Among amphibians, adults have traditionally been identified in capture-mark-recapture studies using invasive marking techniques with associated ethical, cost and logistical considerations. However, species in this group may be strong candidates for photo-identification based on natural skin features that removes many of these concerns, with this technique opening up opportunities for citizen scientists to be involved in animal monitoring programs. We investigated the feasibility of using citizen science to distinguish between individuals of an Australian anuran (the sandpaper frog, Lechriodus fletcheri) based on a visual analysis of their natural skin features. We collected photographs of marked individuals in the field over three breeding seasons using a smartphone device. This photo-database was used to create an online survey to determine how easily members of the general public could photo-match individuals by a comparison of two facial skin features; black banding that runs horizontally above the tympanum and a background array of tubercles present in this region. Survey participants were provided with 30 closed, multiple choice questions in which they were asked to match separate images of a query frog from small image pools of potential candidate matches. Participants were consistently able to match individuals with a low matching error rate (mean ± SD of 26 ± 5) despite the relatively low quality of photographs taken from a smartphone device in the field, with most query frogs being matched by a majority of participants (mean ± SD of 86.02 ± 9.52%). These features were found to be unique and stable among adult males and females. Thus, photo-identification is likely to be a valid, non-invasive method for capture-mark-recapture for L. fletcheri, and likely many anurans that display similar facial skin features. This may become an important alternative to artificial marking techniques, with the challenges of manual photo-matching reduced by spreading workloads among members of the public that can be recruited online.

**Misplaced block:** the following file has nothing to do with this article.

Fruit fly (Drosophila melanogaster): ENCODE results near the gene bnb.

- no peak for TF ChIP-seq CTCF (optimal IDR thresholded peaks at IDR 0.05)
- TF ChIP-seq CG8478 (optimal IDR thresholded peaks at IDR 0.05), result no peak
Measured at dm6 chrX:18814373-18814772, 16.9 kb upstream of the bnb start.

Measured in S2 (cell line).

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- Phenotypic appearance
- Skin tubercles
- Citizen science